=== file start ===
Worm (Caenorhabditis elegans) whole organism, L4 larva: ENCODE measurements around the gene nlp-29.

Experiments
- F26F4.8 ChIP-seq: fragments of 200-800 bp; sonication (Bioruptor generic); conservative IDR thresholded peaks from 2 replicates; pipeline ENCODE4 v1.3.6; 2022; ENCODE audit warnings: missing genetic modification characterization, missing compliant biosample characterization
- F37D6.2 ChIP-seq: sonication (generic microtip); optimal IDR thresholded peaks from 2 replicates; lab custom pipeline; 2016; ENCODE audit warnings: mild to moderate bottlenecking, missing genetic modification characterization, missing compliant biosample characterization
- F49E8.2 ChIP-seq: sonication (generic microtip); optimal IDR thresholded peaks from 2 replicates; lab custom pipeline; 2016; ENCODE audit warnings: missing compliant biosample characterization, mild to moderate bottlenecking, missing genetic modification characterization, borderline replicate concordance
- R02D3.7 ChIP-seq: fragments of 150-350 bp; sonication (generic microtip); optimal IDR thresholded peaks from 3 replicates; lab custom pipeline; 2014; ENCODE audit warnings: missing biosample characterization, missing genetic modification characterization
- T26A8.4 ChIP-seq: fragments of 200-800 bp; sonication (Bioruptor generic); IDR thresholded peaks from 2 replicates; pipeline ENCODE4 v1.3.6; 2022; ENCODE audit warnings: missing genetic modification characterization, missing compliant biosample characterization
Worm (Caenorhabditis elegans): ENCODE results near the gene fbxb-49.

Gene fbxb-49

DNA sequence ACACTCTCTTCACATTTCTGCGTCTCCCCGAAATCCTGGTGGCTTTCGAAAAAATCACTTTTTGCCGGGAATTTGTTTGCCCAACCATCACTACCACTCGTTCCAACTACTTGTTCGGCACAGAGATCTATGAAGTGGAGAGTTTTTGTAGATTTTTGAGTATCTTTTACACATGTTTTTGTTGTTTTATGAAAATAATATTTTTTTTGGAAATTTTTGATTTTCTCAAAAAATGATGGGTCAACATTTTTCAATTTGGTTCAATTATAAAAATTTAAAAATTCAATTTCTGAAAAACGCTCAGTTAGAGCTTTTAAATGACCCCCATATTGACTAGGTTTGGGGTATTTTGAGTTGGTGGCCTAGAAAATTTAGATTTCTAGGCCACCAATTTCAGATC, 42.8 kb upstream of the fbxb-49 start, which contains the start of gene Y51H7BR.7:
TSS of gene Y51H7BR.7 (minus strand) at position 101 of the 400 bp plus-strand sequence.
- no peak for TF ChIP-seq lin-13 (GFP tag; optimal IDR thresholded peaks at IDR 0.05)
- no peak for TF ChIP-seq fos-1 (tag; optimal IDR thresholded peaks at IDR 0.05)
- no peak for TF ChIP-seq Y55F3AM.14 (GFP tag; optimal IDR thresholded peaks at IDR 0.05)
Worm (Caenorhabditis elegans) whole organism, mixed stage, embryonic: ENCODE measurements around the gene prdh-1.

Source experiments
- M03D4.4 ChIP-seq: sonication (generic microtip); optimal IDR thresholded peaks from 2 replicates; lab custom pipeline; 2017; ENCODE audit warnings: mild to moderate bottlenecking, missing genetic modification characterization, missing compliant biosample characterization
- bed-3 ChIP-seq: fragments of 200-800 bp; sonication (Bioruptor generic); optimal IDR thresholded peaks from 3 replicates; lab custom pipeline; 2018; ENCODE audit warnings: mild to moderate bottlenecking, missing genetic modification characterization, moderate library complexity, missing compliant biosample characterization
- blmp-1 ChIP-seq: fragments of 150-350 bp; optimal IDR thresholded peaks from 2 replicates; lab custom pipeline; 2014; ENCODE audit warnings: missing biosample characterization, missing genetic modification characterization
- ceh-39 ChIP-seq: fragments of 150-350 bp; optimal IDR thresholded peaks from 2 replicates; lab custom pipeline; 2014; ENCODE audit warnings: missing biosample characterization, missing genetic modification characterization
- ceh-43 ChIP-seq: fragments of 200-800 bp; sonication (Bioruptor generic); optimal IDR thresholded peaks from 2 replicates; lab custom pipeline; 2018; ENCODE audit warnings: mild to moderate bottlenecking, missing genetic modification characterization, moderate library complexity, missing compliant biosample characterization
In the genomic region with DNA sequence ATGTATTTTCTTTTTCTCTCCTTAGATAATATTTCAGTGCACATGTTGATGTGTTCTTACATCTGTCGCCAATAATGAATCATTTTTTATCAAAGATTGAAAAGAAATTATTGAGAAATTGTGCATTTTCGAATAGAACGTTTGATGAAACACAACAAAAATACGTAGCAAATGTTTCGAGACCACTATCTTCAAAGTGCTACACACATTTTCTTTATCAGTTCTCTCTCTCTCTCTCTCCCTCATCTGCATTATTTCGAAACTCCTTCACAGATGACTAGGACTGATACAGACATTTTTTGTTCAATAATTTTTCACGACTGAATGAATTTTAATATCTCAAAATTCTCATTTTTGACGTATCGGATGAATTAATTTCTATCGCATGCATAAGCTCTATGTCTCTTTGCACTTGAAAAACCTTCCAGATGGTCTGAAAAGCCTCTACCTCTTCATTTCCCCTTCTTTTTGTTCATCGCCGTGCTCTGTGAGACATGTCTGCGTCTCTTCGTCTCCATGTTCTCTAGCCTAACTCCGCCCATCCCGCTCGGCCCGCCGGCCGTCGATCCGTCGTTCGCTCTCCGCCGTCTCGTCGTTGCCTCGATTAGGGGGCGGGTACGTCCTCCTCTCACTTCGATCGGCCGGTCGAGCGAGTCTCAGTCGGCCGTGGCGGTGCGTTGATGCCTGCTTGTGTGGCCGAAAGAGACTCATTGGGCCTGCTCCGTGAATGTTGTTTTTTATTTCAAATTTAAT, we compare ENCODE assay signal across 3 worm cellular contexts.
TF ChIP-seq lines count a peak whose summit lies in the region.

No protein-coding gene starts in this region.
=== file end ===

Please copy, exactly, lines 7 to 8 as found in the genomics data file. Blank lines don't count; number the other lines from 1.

- T26A8.4 ChIP-seq: fragments of 200-800 bp; sonication (Bioruptor generic); IDR thresholded peaks from 2 replicates; pipeline ENCODE4 v1.3.6; 2022; ENCODE audit warnings: missing genetic modification characterization, missing compliant biosample characterization
Worm (Caenorhabditis elegans): ENCODE results near the gene fbxb-49.